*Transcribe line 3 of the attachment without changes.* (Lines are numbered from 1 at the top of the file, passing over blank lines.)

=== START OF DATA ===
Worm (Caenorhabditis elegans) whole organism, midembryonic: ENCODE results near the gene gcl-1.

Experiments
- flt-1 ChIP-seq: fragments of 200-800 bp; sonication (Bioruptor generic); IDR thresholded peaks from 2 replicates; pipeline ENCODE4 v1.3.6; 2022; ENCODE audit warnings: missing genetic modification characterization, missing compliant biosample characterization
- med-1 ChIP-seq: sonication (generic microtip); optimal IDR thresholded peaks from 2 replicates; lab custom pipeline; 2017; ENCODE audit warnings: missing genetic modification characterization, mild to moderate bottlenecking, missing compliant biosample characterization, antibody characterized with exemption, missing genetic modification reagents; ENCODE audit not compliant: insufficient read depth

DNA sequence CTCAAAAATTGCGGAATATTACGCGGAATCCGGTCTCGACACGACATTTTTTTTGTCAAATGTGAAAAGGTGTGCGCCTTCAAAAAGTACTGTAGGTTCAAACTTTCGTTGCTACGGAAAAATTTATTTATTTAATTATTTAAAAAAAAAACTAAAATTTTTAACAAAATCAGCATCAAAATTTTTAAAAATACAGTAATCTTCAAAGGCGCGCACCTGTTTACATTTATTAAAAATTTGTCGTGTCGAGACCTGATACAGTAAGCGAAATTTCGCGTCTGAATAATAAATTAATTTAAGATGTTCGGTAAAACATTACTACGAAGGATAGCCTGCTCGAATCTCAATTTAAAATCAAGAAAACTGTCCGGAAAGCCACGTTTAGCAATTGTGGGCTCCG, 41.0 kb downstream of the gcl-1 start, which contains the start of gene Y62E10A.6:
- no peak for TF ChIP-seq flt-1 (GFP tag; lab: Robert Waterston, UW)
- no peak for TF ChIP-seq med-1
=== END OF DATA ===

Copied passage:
- flt-1 ChIP-seq: fragments of 200-800 bp; sonication (Bioruptor generic); IDR thresholded peaks from 2 replicates; pipeline ENCODE4 v1.3.6; 2022; ENCODE audit warnings: missing genetic modification characterization, missing compliant biosample characterization